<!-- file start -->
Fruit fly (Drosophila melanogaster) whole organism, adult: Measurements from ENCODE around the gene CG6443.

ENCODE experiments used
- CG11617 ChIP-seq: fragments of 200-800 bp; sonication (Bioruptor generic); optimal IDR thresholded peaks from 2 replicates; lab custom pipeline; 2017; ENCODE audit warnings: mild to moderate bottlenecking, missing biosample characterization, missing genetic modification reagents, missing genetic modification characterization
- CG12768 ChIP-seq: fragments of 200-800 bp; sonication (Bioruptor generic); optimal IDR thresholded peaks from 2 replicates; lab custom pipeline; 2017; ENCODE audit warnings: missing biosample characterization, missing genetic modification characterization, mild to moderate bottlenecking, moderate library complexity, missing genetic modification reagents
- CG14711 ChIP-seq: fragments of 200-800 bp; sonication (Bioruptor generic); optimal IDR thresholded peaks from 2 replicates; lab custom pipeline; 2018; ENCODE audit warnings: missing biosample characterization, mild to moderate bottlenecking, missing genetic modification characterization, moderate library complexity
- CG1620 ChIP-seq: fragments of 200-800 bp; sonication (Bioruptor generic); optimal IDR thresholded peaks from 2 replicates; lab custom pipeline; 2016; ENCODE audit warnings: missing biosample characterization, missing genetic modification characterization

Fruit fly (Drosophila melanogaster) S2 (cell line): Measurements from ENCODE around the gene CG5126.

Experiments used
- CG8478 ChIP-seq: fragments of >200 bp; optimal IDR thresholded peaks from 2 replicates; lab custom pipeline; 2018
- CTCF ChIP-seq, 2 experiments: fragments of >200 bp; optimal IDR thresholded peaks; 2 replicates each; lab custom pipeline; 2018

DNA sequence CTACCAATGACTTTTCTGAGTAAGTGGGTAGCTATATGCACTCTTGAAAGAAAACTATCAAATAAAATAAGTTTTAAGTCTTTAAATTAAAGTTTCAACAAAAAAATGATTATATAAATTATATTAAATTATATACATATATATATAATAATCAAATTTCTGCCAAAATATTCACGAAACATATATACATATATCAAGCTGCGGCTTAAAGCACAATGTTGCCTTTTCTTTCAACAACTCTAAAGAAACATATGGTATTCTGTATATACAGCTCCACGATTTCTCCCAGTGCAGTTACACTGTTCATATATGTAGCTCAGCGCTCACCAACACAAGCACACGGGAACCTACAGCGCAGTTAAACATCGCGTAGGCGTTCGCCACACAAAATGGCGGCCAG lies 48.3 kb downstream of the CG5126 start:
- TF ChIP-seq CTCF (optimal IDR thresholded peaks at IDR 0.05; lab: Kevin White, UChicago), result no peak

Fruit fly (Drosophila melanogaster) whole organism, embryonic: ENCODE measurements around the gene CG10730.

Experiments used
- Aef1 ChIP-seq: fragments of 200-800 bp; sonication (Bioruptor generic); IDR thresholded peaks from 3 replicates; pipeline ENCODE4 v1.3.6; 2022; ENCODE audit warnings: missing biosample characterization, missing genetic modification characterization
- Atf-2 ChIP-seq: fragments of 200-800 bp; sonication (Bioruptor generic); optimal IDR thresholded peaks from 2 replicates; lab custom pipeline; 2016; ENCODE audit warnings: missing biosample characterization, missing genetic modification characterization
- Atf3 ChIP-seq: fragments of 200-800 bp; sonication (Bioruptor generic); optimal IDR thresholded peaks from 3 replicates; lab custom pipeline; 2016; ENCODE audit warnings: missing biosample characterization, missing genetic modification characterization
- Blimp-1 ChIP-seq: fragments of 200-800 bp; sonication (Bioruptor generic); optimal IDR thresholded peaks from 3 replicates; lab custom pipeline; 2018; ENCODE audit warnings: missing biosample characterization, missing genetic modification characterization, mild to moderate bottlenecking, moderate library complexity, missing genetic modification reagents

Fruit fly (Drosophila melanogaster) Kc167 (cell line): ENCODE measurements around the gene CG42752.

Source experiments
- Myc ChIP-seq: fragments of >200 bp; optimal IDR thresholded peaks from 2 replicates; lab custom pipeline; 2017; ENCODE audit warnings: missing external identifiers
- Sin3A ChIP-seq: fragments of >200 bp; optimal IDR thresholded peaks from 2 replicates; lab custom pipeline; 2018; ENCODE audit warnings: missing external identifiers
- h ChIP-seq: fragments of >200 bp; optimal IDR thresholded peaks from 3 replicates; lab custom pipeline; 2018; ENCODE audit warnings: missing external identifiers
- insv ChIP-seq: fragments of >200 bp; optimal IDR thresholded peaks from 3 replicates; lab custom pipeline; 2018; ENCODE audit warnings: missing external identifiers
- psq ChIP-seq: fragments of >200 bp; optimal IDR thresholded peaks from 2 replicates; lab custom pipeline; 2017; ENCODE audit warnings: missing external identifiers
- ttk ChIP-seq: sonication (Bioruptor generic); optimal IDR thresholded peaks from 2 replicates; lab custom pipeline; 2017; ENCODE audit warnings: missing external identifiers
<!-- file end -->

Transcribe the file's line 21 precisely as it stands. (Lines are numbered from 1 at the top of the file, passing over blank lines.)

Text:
- Myc ChIP-seq: fragments of >200 bp; optimal IDR thresholded peaks from 2 replicates; lab custom pipeline; 2017; ENCODE audit warnings: missing external identifiers